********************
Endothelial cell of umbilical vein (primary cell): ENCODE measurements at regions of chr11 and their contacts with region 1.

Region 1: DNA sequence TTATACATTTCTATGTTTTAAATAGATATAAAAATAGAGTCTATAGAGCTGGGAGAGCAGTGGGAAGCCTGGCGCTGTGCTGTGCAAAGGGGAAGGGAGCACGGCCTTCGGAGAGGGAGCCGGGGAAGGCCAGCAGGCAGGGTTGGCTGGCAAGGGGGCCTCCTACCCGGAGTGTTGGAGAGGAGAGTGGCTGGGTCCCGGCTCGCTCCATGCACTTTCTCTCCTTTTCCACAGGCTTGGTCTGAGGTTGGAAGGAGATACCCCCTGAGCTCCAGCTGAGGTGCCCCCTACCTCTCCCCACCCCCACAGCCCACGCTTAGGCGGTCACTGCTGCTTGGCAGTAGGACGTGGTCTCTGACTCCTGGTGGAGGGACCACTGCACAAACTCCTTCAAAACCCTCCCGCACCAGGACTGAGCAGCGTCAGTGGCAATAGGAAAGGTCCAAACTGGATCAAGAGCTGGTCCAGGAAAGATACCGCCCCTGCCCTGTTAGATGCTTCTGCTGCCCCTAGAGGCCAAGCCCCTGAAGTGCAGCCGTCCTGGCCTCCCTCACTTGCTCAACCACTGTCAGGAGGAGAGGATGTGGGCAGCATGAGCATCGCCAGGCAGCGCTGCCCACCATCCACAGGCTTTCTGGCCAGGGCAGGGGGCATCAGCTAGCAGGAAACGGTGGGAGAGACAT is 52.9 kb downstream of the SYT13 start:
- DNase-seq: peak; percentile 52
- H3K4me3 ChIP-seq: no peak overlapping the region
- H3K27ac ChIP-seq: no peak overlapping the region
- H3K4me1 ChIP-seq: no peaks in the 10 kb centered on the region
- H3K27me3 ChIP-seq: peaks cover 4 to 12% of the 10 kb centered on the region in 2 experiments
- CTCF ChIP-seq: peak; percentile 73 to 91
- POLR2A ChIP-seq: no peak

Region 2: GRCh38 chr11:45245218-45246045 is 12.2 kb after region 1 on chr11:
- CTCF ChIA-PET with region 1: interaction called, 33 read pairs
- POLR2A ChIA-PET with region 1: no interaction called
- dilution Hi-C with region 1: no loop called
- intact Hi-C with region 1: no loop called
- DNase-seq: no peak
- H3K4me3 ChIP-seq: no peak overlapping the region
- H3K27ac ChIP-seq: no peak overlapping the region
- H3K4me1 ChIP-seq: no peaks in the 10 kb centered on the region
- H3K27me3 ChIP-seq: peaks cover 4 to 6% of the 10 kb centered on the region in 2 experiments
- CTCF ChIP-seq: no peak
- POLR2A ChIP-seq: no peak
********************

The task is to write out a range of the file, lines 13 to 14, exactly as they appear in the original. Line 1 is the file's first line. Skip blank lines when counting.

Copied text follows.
- dilution Hi-C with region 1: no loop called
- intact Hi-C with region 1: no loop called